How Denton ISD is keeping student activities cool and safe amid record-breaking temps
North Texas got a short breather from a summer so blistering that people stayed home from the North Texas Fair and Rodeo.
Sure, temperatures last week were still eye-popping, with days reaching 98 degrees, but after weeks of peak temperatures over 105 degrees, local parks and neighborhoods saw people coming out of their homes and apartments — especially in the mornings and as the sun set.
But excessive heat warnings are back this week, with Thursday predicted to reach 106 and Friday getting up to 107 degrees. With those boiling temperatures expected, school officials are continuing practices to keep students and staffers safe.
Keeping buildings cool
If you’re paying a utility bill, this summer has likely been brutal. So what about a system like Denton ISD, which manages 5.8 million square feet of facilities that are categorized as “under roof,” said Reece Waddell, the district’s communications coordinator.
In spite of that sprawling amount of space to cool (and heat when North Texas is in the midst of historic freezes), the district’s maintenance and operations team has serviced just eight classrooms or learning spaces so far this school year.
“All of these issues were resolved immediately and did not result in any interruptions to learning,” Waddell said.
The maintenance team continually checks campus heating and cooling systems, especially since buildings are almost always occupied. People might envision dark schools locked and empty during the seven weeks of summer, but they aren’t.
“Operation costs associated with all district facilities are covered under the 2023-2024 fiscal year budget, which was approved and adopted in June,” Waddell said.
But the district has taken an intentional approach to its energy use. Every school built since 2010 — with the exception of Nette Shultz Elementary — has geothermal wells.
What’s a geothermal well? It’s a hole drilled into the earth under buildings that taps into the natural energy. Usually, geothermal wells pump water from the ground to capture heat from an air-conditioning unit or a heater. That water directs the heat into the well, where it is cooled again.
“Shultz Elementary has a variable refrigerant flow system, which is an equivalent to geothermal wells since there was not enough space for geothermal wells at Shultz,” Waddell said.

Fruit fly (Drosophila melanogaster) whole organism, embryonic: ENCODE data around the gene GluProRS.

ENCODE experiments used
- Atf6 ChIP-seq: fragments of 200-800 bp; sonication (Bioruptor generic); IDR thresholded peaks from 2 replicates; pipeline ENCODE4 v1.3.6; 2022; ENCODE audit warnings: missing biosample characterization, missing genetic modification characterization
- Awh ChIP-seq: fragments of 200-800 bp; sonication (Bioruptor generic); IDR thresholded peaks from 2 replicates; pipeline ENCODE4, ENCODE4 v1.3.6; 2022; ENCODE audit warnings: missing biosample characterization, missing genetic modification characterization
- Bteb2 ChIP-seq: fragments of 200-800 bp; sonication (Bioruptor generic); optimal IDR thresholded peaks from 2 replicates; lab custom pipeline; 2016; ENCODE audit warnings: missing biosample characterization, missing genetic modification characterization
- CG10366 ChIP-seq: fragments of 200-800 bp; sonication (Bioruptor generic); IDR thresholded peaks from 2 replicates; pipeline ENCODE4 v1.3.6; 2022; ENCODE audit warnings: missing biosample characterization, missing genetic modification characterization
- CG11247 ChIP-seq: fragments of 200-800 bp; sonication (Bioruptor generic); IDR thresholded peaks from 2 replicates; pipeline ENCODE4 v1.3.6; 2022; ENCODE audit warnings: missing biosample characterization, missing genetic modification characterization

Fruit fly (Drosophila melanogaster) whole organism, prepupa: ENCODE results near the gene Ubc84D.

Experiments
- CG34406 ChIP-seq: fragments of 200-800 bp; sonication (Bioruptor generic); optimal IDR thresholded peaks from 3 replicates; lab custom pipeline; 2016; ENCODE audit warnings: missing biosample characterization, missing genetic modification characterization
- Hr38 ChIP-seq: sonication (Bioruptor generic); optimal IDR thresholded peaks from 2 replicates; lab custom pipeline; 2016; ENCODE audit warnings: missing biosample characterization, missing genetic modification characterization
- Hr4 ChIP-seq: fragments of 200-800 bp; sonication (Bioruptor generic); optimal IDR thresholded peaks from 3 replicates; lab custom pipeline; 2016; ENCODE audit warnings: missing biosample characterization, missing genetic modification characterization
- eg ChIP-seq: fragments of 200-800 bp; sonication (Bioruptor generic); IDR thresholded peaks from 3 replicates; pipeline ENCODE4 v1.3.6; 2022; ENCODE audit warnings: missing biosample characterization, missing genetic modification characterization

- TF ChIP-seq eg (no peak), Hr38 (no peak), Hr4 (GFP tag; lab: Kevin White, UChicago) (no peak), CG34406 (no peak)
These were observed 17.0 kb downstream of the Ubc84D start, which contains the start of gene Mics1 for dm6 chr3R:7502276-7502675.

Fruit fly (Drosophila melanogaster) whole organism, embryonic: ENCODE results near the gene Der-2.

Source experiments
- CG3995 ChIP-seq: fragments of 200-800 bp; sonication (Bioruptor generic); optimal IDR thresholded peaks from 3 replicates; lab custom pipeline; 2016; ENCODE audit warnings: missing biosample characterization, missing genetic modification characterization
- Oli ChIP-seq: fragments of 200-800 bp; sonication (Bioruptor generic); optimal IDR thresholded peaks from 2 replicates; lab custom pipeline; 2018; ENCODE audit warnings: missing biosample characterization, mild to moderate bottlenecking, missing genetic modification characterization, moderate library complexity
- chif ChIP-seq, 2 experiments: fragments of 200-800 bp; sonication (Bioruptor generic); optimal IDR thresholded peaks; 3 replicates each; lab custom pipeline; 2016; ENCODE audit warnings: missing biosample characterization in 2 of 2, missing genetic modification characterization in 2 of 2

Union Park, Sandbrock Ranch, Cross Oaks and Shultz elementary schools all have solar panels on their campuses as well, which can generate cost savings for the community.
“Denton ISD does everything possible to conserve energy, including utilizing a control system that automatically raises every facility’s air conditioning to between 80-85 degrees at night. Many of our campuses also have daylighting features, which allow for natural light and automatically dim lights, saving energy, as well,” Waddell said.
Keeping students and staff cool (outside)
Denton ISD has joined other North Texas school districts in keeping students and staff safe while they are outside.
Fall means outdoor activities for elementary school students who need recess to burn energy and move their bodies. For middle and high school students and their teachers, fall means outdoor sports and band practice.
Campus leaders started the school year working around the heat. Recess and physical education classes have been bumped up to earlier in the day to take advantage of the cooler temperatures before noon. Some sports practices have been moved to the morning because triple-digit heat makes afterschool practice riskier.
Denton Fire Station No. 6 recently offered some relief to the Guyer High School Marching Band, parking a firetruck in the school parking lot during a Saturday band practice last month, hauling out the hose and dousing the musicians from a distance.
“Denton Fire Station No. 6 cooling off the Guyer High School band was a one-time special event,” Waddell said. “While Denton ISD is incredibly fortunate for our partnership with the Denton Fire Department, we recognize they do not have the bandwidth to do that on a regular basis.”
The district has also moved Friday’s football games to a later starting time, something Argyle ISD has done for the Friday game against Grapevine High School, moving the Eagle Stadium game to 8 p.m.
Speaking of water — hydrate, hydrate, hydrate (and remember your sunscreen)
Texans are somewhat heat-hardened, but with the stretches of triple-digit heat the state has seen over the summer, it doesn’t hurt to make like the 1990s Sprite slogan and obey your thirst. In fact, district officials don’t mind if students sip throughout the day.
But water is vital during recess, outdoor activities and dashing down the hall between classes in the blissful air conditioning.
“Students and staff are given as much water as necessary and as many breaks as needed,” Waddell said of outdoor activities. “Water bottle filling stations are available for both students and staff at numerous locations throughout each of our campuses.”
Advice for skin protection is in the district’s handbook for students and parents. Simply put, students who have regular outdoor activities on their schedule are advised to apply sunscreen at home before school. Teachers and staff can apply sunscreen to elementary school students if they ask and have their own sunscreen with them. High schoolers can bring and keep sunscreen with them and apply it whenever they need it. High school students who need help applying sunscreen are directed to coordinate with their school nurse. Parents of students who needs sunscreen for medical reasons are encouraged to coordinate with their campus nurse so school officials understand their medical and safety needs.
So far, the district has only had one heat-related incident this school year: A staffer became overheated during dismissal.
“This was resolved swiftly, and the staff member recovered without issue,” Waddell said.